During a workshop on how to conduct “liberated research projects,” Dr. Nadine Naber walked the class through an exercise to help us students and emerging scholars personalize our own theories and methodologies. After thinking about what makes my research distinct, I came to the terms “peer ethnography” and “lived experience research.” This is because of how my own lived experience as a mother and psychiatric survivor impacts my research on the relationship between perinatal mental illness and the Black maternal mortality crisis in the United States.
After a quick Google search, I found that both of these terms have already been in use. From the language of “lived experience research” reports (e.g. Honey et al. 2020) it seems like the head researchers delegated tasks like interviewing to peers who have greater access and more intimate knowledge about the target population, but they did not identify as peers themselves.
I observed similar phenomena in my search on peer ethnographies. For instance, Participatory Ethnographic Evaluation and Research (PEER) is a method that has been developed to gain insight into “sensitive issues among hard to reach groups where stigma and marginalization makes traditional research methods difficult to implement.” PEER researchers are recruited from the target population and trained to have “in-depth conversational interviews” with people in their social networks, but they do not design the study or help with data analysis.
In a study on racial health disparities among men who have sex with men (MSM), peer ethnography was mentioned as a methodology providing the main researchers with more refined recruitment strategies, techniques for asking more culturally relevant questions, and avenues for further inquiry (Mutchler et al. 2013). Another study of the lives of undocumented migrants in the Netherlands investigates how a “peer ethnographic approach” creates the conditions for trust and familiarity between participants and the peer researcher (Hintjens 2012). In both these cases, peer ethnography seems to deepen our grasp of subjugated knowledge.* It is unlikely that the findings of these studies would have emerged without the contribution of peers.
Distinct from this kind of peer ethnography, in my version the principle scholars also have lived experience of psychiatric crisis during pregnancy. Medical anthropologist Emily Martin puts it:
“My own condition might provide a route for me to study aspects of mental illness that could not be witnessed in any other way.”Emily Martin, Bipolar Expeditions: Mania and Depression in American Culture (2017, xvi)
This decolonized research method subverts white patriarchal principles of anthropological scholarship by undermining the fiction of scientific objectivity. My goal during my next two to three years of coursework before I enter the field is to develop my theoretical and methodological approach to peer ethnography. It requires vulnerability in being honest with my interlocutors about my lived experience in order to establish trust, build, cultivate relationships, and create solidarity. I hope for my work to aid in decolonizing anthropological knowledge production by being a peer researcher with a principle role and reflexively use the lived experience I share with my interlocutors to balance the power dynamic.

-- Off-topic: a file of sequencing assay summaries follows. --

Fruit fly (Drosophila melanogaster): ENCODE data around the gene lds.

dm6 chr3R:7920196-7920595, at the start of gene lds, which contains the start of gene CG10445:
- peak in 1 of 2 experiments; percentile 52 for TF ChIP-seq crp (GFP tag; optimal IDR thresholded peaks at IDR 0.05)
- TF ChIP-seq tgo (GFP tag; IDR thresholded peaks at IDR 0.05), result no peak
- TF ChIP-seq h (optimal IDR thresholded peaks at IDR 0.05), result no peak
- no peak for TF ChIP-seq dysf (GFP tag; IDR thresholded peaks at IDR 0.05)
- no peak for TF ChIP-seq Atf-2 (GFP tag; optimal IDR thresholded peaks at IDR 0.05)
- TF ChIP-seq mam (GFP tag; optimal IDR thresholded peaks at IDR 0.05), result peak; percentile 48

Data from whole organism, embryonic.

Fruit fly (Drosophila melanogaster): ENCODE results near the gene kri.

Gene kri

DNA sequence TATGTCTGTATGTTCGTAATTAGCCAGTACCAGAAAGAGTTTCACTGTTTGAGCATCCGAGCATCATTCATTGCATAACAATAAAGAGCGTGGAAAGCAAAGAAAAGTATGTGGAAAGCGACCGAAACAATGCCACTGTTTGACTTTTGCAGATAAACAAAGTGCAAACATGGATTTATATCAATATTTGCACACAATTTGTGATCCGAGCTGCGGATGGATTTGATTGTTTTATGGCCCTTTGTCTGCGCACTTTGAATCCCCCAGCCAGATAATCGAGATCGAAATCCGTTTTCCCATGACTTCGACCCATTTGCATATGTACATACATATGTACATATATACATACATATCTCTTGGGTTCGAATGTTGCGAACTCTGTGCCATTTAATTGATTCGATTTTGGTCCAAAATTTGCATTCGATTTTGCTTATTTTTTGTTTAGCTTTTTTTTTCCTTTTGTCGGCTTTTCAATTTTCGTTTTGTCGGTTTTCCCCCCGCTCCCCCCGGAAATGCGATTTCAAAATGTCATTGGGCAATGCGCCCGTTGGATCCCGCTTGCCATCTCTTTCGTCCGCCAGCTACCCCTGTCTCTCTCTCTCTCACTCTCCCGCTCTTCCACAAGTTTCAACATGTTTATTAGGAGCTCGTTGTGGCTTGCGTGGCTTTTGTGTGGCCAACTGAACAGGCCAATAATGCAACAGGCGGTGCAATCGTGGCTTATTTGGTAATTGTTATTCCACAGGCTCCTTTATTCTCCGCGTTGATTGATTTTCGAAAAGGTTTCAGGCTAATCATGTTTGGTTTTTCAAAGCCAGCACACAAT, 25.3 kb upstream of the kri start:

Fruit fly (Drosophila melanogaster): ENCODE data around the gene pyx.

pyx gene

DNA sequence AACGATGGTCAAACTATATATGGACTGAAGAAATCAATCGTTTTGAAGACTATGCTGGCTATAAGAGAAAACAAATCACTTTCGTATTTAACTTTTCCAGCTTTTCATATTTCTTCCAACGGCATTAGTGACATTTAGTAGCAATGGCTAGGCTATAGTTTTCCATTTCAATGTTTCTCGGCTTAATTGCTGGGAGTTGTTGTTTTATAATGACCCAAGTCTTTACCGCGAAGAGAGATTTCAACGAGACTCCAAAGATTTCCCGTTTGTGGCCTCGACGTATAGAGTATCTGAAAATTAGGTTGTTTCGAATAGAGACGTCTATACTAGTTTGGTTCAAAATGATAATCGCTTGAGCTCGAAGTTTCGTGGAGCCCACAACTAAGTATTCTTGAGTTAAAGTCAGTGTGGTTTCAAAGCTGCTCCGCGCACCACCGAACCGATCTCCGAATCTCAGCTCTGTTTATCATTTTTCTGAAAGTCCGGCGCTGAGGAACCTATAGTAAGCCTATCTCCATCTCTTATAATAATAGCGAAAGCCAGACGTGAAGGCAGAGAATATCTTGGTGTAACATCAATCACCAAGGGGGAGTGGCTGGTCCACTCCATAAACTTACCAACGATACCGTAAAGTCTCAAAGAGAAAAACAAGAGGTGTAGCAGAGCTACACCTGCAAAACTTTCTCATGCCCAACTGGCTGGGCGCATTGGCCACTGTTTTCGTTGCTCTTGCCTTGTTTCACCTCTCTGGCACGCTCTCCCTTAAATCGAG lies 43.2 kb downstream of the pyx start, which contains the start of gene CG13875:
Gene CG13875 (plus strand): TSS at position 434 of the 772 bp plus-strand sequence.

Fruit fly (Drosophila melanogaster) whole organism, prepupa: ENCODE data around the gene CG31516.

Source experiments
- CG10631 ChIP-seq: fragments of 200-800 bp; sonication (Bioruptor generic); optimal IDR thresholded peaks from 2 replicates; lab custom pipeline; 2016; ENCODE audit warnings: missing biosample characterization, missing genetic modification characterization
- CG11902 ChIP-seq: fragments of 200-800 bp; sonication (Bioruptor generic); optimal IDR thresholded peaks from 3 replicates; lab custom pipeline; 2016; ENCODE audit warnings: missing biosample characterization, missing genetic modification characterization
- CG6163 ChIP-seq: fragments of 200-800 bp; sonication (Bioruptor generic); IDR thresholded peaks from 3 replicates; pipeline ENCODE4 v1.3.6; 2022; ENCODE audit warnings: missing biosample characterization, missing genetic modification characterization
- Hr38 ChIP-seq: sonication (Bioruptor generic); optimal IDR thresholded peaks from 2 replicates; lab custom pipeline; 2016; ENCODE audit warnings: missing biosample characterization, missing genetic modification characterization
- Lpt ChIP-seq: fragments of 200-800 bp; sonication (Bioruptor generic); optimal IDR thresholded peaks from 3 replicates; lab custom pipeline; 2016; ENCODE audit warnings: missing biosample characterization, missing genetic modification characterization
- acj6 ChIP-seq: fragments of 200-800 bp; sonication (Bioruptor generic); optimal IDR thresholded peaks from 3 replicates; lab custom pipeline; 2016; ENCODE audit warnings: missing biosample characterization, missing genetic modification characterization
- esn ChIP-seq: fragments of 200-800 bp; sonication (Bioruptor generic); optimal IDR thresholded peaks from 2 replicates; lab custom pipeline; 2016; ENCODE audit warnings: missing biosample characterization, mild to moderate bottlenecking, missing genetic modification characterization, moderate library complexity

Modeled after participatory action research, my collaborative approach engages in reciprocal communication and learning alongside my interlocutors. As I decenter myself as the main authority on maternal mental health, I expect my interlocutors to challenge my unexamined biases and highlight new perspectives. Furthermore, participants with a stake in perinatal mental health would inform the goals, questions, and priorities of the study as well as play active roles in data collection and analysis. I envision my research to create a space where birthing people can reimagine equitable maternal mental health care and co-create tools to implement the changes we want to see.
Clearly, I got a lot out of Dr. Amber’s workshop. She emphasized:
“I believe everyone has a theory and a method. I also believe academic disciplines cannot enable critical women of color and queer people of color-based research. I help people name and claim their theories and methods outside the boundaries of conventional academic disciplines.”Dr. Nadine Naber, Liberated Research Workshop
She could not be more spot on. I cannot rely on the canon of anthropology for the theoretical and methodological tools I need to work from a place of lived experience. Therefore, I look to Black feminist anthropology and critical race theory, Mad studies, disability studies, and queer theory that provide a model for this type of research. These analytical approaches allow for my lens as a peer to be an asset instead of a liability in my work.
How does your identity and lived experience influence your theory and method for your projects?
*In Power/Knowledge (1980), Michel Foucault describes subjugated knowledge as “a whole set of knowledges that have been disqualified as inadequate to their task or insufficiently elaborated: naive knowledges, located low down on the hierarchy, beneath the required level of cognition or scientificity” (81-82)
An illustration of four differently colored human figures in a line linking arms.
One thought on “Peer Ethnography: My Theory & Method”